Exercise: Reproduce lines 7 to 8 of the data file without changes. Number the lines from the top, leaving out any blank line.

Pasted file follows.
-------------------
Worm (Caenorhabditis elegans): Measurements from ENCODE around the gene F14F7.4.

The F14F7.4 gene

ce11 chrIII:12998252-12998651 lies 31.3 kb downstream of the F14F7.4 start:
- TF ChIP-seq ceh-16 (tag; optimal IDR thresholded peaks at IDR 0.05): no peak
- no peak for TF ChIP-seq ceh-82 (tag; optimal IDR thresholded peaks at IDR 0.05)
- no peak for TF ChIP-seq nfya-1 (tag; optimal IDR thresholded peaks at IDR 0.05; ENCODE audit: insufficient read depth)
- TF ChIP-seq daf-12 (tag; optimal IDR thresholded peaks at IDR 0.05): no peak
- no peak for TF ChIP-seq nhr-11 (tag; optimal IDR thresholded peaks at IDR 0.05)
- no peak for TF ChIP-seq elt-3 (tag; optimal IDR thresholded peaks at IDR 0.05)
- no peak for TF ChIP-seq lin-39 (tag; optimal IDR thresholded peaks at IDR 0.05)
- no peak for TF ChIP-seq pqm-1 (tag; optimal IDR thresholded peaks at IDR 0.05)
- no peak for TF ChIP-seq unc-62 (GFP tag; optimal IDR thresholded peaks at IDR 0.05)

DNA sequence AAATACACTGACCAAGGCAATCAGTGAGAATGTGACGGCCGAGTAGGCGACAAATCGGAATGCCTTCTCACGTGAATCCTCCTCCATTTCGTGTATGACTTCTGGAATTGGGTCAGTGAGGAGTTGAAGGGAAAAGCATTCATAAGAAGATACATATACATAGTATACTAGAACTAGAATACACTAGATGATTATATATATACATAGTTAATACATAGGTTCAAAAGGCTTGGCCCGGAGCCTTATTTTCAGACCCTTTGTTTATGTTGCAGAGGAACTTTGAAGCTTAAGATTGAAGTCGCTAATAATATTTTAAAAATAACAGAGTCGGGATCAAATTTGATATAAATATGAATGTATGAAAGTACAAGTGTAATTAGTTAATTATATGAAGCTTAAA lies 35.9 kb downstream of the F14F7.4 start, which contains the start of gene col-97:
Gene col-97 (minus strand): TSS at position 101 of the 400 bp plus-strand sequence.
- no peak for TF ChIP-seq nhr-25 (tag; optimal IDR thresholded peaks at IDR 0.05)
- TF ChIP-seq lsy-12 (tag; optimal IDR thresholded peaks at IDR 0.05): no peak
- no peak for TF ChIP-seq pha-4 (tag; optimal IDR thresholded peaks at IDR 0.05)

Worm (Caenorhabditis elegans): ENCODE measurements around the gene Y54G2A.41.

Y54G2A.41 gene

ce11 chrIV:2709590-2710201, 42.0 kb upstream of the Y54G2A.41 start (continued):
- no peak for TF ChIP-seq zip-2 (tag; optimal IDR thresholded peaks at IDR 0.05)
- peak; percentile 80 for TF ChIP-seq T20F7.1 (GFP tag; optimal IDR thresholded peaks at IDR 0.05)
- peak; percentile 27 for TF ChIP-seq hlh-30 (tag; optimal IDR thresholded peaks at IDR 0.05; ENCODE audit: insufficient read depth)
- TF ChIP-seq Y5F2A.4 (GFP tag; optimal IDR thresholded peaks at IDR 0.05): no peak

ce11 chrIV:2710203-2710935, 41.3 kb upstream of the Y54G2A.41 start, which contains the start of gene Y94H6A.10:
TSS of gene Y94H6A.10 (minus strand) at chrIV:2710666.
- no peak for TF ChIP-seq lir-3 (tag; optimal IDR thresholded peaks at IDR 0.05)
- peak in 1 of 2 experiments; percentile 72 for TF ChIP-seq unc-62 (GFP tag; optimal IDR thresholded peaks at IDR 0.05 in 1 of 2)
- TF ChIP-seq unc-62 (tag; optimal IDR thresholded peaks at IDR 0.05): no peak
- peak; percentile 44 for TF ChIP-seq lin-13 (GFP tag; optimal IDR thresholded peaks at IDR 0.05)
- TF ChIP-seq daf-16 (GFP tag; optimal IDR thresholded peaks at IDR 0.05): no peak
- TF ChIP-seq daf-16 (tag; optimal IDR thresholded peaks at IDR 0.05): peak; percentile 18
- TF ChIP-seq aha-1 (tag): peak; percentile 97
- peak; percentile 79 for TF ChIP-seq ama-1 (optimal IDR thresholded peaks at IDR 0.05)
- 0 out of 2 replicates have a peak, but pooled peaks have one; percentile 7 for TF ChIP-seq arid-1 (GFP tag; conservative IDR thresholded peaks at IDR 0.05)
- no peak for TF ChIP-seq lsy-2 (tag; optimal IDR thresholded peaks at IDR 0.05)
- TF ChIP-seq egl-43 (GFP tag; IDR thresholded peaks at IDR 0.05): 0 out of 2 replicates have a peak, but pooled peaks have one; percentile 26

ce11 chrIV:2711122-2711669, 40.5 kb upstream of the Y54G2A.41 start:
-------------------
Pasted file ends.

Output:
- TF ChIP-seq daf-12 (tag; optimal IDR thresholded peaks at IDR 0.05): no peak
- no peak for TF ChIP-seq nhr-11 (tag; optimal IDR thresholded peaks at IDR 0.05)